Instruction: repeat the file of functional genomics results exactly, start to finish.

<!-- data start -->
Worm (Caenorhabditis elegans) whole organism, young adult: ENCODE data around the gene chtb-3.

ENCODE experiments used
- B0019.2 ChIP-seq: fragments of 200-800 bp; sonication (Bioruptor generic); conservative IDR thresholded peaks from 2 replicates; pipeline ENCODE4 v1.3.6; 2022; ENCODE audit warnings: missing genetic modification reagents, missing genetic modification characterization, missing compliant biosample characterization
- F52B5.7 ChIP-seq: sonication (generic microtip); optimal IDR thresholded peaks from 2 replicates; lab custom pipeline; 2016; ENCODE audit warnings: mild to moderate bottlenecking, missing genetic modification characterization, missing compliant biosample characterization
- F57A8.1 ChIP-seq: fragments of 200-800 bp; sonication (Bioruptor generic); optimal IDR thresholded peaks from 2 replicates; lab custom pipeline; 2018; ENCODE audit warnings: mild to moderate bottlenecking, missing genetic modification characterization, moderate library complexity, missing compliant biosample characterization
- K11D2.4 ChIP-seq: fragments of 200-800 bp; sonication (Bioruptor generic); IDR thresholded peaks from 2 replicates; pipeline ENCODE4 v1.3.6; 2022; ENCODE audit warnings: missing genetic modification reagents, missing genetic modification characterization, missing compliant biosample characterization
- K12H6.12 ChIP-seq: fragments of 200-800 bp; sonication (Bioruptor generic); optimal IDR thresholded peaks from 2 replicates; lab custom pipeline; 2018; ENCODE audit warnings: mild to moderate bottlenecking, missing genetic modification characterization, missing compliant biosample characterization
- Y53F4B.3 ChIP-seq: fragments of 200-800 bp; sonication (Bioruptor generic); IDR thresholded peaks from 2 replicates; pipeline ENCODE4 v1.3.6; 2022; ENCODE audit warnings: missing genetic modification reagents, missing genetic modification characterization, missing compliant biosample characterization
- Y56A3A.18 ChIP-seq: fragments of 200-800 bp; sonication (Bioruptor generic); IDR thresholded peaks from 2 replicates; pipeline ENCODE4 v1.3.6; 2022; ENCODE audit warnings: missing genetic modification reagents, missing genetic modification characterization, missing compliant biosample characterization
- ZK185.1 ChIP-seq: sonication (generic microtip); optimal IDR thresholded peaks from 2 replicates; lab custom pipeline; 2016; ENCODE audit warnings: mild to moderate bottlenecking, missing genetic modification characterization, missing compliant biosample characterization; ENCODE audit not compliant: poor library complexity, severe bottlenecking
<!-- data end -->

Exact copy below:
Worm (Caenorhabditis elegans) whole organism, young adult: ENCODE data around the gene chtb-3.

ENCODE experiments used
- B0019.2 ChIP-seq: fragments of 200-800 bp; sonication (Bioruptor generic); conservative IDR thresholded peaks from 2 replicates; pipeline ENCODE4 v1.3.6; 2022; ENCODE audit warnings: missing genetic modification reagents, missing genetic modification characterization, missing compliant biosample characterization
- F52B5.7 ChIP-seq: sonication (generic microtip); optimal IDR thresholded peaks from 2 replicates; lab custom pipeline; 2016; ENCODE audit warnings: mild to moderate bottlenecking, missing genetic modification characterization, missing compliant biosample characterization
- F57A8.1 ChIP-seq: fragments of 200-800 bp; sonication (Bioruptor generic); optimal IDR thresholded peaks from 2 replicates; lab custom pipeline; 2018; ENCODE audit warnings: mild to moderate bottlenecking, missing genetic modification characterization, moderate library complexity, missing compliant biosample characterization
- K11D2.4 ChIP-seq: fragments of 200-800 bp; sonication (Bioruptor generic); IDR thresholded peaks from 2 replicates; pipeline ENCODE4 v1.3.6; 2022; ENCODE audit warnings: missing genetic modification reagents, missing genetic modification characterization, missing compliant biosample characterization
- K12H6.12 ChIP-seq: fragments of 200-800 bp; sonication (Bioruptor generic); optimal IDR thresholded peaks from 2 replicates; lab custom pipeline; 2018; ENCODE audit warnings: mild to moderate bottlenecking, missing genetic modification characterization, missing compliant biosample characterization
- Y53F4B.3 ChIP-seq: fragments of 200-800 bp; sonication (Bioruptor generic); IDR thresholded peaks from 2 replicates; pipeline ENCODE4 v1.3.6; 2022; ENCODE audit warnings: missing genetic modification reagents, missing genetic modification characterization, missing compliant biosample characterization
- Y56A3A.18 ChIP-seq: fragments of 200-800 bp; sonication (Bioruptor generic); IDR thresholded peaks from 2 replicates; pipeline ENCODE4 v1.3.6; 2022; ENCODE audit warnings: missing genetic modification reagents, missing genetic modification characterization, missing compliant biosample characterization
- ZK185.1 ChIP-seq: sonication (generic microtip); optimal IDR thresholded peaks from 2 replicates; lab custom pipeline; 2016; ENCODE audit warnings: mild to moderate bottlenecking, missing genetic modification characterization, missing compliant biosample characterization; ENCODE audit not compliant: poor library complexity, severe bottlenecking